Sever’s Disease 101

Oct 16th, 2014 by Jenna Goldberg | 1 Comment So Far

Kid_with_heel_painSever’s disease is a painful foot condition that affects children around middle school age when they are going through a growth spurt. Like the rest of their bodies, kids’ feet are growing, including the bones in their heels. During this growth spurt, kids’ feet are extra sensitive as the heel plate grows. However you won’t be able to diagnose Sever’s disease by looking at the foot (it won’t appear red or swollen) but it does hurt! 

Sever’s disease is like a growth spurt for kids’ heel bones, however, not all growing kids experience Sever’s disease. One kid may be unaffected, the other may need to rest for a sports season. Repeated visits to the physician for Sever’s disease is unnecessary. Like getting your molars, having tonsils removed, or getting muscle cramps, Sever’s disease is very much a fact of life for growing kids. Worst case scenario, your child may suffer from Sever’s disease for two years, but keep in mind this is not a life-long condition.

Sensitivity caused by Sever’s disease causes kids’ feet to be more susceptible for further injury, so it’s important that kids are fitted with footwear that offers cushion and protection. Unsupportive flip-flops and canvas slip-ons won’t cut it! Kids’ feet need shoes that offer excellent arch support and an outsole that will absorb impact so that their feet grow healthy and strong.

A cushioned heel cup inserted into kids’ shoes can help protect the heel bone, and give kids’ feet more cushion on sensitive heels. This also allows you to transfer the heel cup from one pair of shoes to the next. (See the 3/4 Length Arch Support Insole for extra cushioning and support at the arch too.) The shock absorption in the heel cup protects the heel from harmful impact while being active; running, jumping and other high-impact activities. However if your child lets you know that their feet are hurting, it’s best to take the time to rest while they’re experiencing foot pain. Sometimes this means stopping play early and icing their feet, other times it could mean sitting out a season of soccer or other sports activities.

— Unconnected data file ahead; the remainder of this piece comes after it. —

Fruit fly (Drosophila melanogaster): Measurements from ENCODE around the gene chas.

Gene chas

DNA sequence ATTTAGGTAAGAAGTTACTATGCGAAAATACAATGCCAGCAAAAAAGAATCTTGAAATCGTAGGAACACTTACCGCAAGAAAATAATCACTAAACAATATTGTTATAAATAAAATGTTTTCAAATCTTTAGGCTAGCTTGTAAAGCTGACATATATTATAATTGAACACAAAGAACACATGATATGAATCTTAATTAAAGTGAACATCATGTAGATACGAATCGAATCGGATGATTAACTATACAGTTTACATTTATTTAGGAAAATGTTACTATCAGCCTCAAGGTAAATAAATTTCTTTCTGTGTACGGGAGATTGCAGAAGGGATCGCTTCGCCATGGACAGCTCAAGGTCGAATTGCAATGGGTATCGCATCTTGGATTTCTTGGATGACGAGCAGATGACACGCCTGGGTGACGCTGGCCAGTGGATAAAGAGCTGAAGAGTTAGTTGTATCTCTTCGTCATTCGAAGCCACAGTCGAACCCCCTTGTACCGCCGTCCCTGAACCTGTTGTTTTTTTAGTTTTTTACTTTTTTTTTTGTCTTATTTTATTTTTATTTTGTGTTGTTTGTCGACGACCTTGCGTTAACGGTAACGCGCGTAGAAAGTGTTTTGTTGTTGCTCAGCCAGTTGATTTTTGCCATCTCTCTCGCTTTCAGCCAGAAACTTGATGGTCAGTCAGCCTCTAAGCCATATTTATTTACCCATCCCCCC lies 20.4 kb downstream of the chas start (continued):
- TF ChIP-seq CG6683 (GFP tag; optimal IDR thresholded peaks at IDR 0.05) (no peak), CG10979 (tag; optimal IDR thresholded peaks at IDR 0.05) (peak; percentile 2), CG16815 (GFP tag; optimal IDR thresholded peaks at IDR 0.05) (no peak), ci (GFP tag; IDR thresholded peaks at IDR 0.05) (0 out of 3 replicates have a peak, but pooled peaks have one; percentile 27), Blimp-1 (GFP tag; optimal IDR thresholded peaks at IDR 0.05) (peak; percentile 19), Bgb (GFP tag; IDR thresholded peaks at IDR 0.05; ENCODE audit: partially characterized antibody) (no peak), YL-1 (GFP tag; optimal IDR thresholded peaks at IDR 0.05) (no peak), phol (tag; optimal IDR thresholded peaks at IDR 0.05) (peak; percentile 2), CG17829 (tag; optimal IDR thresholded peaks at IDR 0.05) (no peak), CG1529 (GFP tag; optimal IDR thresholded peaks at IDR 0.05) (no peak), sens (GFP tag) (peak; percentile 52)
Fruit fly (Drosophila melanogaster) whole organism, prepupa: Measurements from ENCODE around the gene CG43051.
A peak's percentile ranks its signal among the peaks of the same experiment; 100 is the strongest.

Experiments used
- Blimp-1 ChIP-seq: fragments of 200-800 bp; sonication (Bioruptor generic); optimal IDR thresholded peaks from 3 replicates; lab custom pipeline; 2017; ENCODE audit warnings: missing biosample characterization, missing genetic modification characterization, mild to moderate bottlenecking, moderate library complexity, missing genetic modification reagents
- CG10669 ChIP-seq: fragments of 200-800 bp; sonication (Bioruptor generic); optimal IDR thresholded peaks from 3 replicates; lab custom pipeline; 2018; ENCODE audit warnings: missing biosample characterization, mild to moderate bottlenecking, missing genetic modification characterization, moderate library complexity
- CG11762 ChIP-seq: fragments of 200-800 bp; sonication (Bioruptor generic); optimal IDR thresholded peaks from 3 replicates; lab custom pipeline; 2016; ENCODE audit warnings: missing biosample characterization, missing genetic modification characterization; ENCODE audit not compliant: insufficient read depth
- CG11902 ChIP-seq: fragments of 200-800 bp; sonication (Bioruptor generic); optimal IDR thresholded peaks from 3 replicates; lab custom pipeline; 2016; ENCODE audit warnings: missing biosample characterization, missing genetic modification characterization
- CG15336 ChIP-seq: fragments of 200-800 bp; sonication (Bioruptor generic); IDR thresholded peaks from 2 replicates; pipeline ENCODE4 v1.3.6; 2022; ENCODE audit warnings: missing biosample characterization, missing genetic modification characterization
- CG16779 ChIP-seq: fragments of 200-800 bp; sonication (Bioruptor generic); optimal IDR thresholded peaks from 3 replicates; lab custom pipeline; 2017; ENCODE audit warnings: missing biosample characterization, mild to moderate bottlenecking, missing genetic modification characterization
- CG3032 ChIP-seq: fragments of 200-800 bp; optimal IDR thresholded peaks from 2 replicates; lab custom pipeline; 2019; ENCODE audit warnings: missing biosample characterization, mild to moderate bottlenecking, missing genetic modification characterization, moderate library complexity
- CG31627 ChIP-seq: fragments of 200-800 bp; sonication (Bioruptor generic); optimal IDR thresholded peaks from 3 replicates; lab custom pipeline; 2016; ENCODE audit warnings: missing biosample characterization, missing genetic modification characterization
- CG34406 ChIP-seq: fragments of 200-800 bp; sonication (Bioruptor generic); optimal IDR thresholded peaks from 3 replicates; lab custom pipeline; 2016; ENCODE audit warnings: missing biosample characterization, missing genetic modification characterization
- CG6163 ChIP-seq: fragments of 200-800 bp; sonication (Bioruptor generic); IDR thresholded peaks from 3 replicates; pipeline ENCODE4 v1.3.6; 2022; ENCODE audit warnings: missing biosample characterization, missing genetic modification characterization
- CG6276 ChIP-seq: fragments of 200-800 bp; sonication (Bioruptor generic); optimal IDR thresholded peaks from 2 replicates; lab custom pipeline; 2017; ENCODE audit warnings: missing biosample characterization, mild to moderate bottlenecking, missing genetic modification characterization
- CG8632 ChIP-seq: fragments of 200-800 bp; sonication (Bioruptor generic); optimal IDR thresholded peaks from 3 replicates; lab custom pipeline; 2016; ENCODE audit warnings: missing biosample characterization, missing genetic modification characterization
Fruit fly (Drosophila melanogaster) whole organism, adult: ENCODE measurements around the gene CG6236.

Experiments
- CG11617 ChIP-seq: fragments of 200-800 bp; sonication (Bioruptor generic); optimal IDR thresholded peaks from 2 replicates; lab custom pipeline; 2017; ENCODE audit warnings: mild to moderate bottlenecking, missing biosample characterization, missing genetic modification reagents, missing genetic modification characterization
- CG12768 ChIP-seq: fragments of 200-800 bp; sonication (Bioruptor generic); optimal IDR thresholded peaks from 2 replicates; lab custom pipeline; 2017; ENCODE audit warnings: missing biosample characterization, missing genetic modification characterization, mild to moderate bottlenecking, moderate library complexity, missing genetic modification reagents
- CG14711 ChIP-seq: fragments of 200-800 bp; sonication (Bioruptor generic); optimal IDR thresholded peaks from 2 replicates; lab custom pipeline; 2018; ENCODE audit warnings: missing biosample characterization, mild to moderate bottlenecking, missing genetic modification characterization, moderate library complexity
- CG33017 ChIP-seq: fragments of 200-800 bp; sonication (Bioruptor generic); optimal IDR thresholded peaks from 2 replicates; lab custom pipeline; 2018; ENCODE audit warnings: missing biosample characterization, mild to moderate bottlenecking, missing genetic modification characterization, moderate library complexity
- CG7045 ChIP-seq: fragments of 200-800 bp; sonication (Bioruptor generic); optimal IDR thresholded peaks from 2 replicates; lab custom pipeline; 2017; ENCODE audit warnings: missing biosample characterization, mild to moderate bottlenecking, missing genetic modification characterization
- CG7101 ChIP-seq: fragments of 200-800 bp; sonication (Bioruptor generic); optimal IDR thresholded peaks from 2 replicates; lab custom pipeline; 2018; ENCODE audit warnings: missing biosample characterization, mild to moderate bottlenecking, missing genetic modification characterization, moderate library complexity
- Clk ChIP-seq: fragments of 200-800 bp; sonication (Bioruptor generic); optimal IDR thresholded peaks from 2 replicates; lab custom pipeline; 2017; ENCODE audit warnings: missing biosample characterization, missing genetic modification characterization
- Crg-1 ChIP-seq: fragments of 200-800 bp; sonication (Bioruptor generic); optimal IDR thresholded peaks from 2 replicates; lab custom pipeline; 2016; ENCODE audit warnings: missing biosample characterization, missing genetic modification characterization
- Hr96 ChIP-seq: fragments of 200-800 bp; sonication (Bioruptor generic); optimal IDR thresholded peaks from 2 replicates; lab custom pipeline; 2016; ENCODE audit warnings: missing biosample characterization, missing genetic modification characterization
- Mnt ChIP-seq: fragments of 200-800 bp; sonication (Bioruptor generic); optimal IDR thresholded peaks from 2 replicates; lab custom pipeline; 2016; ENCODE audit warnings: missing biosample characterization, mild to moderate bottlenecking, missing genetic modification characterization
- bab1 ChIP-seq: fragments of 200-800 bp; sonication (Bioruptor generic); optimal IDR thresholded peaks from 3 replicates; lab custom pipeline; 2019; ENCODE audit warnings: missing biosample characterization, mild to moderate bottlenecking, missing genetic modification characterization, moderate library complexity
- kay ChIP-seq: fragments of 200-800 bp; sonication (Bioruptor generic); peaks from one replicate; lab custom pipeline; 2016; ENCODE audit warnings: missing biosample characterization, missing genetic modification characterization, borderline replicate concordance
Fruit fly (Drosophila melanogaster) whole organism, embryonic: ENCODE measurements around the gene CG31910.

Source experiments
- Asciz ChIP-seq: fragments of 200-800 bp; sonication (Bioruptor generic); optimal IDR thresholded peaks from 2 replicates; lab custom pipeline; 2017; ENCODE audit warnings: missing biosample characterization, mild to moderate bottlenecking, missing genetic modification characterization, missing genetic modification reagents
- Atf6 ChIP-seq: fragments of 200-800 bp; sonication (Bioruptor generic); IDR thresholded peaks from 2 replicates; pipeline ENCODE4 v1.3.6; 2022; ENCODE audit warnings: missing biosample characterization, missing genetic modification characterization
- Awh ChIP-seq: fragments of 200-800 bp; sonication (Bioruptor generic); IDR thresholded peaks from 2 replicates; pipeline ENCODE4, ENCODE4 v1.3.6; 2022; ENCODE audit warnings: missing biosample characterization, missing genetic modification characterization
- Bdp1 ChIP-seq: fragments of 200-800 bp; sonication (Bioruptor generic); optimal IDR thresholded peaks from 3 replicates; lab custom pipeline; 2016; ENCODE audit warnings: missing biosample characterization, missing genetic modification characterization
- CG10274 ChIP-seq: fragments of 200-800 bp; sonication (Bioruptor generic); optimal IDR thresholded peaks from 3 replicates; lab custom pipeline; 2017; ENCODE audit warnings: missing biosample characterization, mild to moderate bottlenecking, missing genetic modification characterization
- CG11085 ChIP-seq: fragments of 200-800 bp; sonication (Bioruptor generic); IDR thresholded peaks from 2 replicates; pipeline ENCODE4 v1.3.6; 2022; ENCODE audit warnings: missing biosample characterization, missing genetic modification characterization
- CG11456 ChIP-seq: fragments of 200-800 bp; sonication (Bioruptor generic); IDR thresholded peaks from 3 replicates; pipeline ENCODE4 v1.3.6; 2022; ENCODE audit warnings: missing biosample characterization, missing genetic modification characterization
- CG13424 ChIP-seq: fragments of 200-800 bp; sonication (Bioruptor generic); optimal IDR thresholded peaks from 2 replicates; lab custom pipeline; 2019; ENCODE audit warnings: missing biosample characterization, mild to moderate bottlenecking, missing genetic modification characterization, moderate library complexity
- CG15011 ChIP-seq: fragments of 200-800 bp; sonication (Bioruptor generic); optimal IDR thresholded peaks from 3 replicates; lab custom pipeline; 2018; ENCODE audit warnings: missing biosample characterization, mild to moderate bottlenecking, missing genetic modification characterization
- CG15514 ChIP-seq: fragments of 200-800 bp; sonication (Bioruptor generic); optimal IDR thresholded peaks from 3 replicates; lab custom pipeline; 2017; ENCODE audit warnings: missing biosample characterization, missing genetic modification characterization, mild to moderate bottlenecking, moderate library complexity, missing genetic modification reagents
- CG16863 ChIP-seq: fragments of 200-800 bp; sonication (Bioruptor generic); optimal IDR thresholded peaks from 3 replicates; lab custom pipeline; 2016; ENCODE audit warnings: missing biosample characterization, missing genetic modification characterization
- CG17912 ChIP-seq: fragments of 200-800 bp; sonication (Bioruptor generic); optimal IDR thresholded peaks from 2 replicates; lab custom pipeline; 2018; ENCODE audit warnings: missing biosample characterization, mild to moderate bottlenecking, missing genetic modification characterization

Take these tips to get through the painful foot condition of Sever’s disease during those at-risk adolescent years.

How to know if your child may be at risk

  • Girls between ages: 8 and 13
  • Boys between ages 10 and 15
  • Active kids are at greater risk
  • Going through a growth spurt
  • It’s very likely your child will let you know if their heels are bothering them due to Sever’s disease, ouch!

Symptoms of Sever’s Disease:

  • Heel pain
  • Foot discomfort
  • Foot pain after playing sports, exercising


How to Treat Sever’s Disease

  • It’s necessary to visit a physican to determine whether or not Sever’s disease is the cause of the heel pain.
  • Insert a heel cup into kids’ shoes for extra cushioning, support, and protection.
  • A 3/4 length arch support insole extends the supports up past the arch to reduces foot fatigue, ankle pain, arch pain, and discomfort
  • Fit kids’ feet with proper sized footwear. It’s important to measure kids’ feet, they’re growing quickly! Find a children’s foot measuring device for home here.
  • Sever’s disease is manageable, but it’s painful too! Kids should rest their feet when a heel is hurting.
  • Rest, ice, and elevate kids’ feet up on a pillow to ease pain and discomfort. Repeat daily when experiencing pain.
  • Stretch the hamstring muscle to help release lactic acid and growing pains.

About Author 

Jenna Goldberg attended University of Hawai’i at Manoa and graduated from California State University Long Beach with a bachelor’s degree in journalism and English concentration. When she is not working in the office as's Web Content Writer and Digital Marketing Specialist you can find Jenna surfing or snowboarding. She also contributes to, The Inertia and SALTED Magazine and other surf and snowboard publications. You can find her on Google +.

One Comment on “Sever’s Disease 101”

  1. Agni said:

    That hits the target pefrtcely. Thanks!